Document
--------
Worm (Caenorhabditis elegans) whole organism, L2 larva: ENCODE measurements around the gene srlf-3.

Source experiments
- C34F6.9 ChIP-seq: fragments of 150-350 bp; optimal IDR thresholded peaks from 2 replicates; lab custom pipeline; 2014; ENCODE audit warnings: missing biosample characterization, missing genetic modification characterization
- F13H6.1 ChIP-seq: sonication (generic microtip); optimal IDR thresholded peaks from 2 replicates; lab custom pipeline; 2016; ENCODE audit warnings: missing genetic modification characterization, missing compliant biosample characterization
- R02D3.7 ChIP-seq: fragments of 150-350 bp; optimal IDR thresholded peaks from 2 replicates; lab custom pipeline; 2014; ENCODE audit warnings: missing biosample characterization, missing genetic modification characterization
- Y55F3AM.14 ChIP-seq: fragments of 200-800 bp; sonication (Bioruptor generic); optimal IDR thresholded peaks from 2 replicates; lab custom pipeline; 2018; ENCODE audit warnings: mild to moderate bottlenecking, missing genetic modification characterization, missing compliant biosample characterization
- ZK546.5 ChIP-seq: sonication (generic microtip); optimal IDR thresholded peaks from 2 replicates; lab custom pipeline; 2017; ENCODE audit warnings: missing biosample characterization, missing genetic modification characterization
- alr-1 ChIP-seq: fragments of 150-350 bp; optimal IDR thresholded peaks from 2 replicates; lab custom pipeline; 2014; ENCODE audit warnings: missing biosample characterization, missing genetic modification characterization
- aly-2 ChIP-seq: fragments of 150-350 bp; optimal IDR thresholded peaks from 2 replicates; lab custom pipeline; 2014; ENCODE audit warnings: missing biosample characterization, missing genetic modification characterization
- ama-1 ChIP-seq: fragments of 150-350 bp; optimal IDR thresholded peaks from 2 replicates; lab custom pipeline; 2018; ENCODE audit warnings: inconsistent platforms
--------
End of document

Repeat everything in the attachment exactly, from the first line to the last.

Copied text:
Worm (Caenorhabditis elegans) whole organism, L2 larva: ENCODE measurements around the gene srlf-3.

Source experiments
- C34F6.9 ChIP-seq: fragments of 150-350 bp; optimal IDR thresholded peaks from 2 replicates; lab custom pipeline; 2014; ENCODE audit warnings: missing biosample characterization, missing genetic modification characterization
- F13H6.1 ChIP-seq: sonication (generic microtip); optimal IDR thresholded peaks from 2 replicates; lab custom pipeline; 2016; ENCODE audit warnings: missing genetic modification characterization, missing compliant biosample characterization
- R02D3.7 ChIP-seq: fragments of 150-350 bp; optimal IDR thresholded peaks from 2 replicates; lab custom pipeline; 2014; ENCODE audit warnings: missing biosample characterization, missing genetic modification characterization
- Y55F3AM.14 ChIP-seq: fragments of 200-800 bp; sonication (Bioruptor generic); optimal IDR thresholded peaks from 2 replicates; lab custom pipeline; 2018; ENCODE audit warnings: mild to moderate bottlenecking, missing genetic modification characterization, missing compliant biosample characterization
- ZK546.5 ChIP-seq: sonication (generic microtip); optimal IDR thresholded peaks from 2 replicates; lab custom pipeline; 2017; ENCODE audit warnings: missing biosample characterization, missing genetic modification characterization
- alr-1 ChIP-seq: fragments of 150-350 bp; optimal IDR thresholded peaks from 2 replicates; lab custom pipeline; 2014; ENCODE audit warnings: missing biosample characterization, missing genetic modification characterization
- aly-2 ChIP-seq: fragments of 150-350 bp; optimal IDR thresholded peaks from 2 replicates; lab custom pipeline; 2014; ENCODE audit warnings: missing biosample characterization, missing genetic modification characterization
- ama-1 ChIP-seq: fragments of 150-350 bp; optimal IDR thresholded peaks from 2 replicates; lab custom pipeline; 2018; ENCODE audit warnings: inconsistent platforms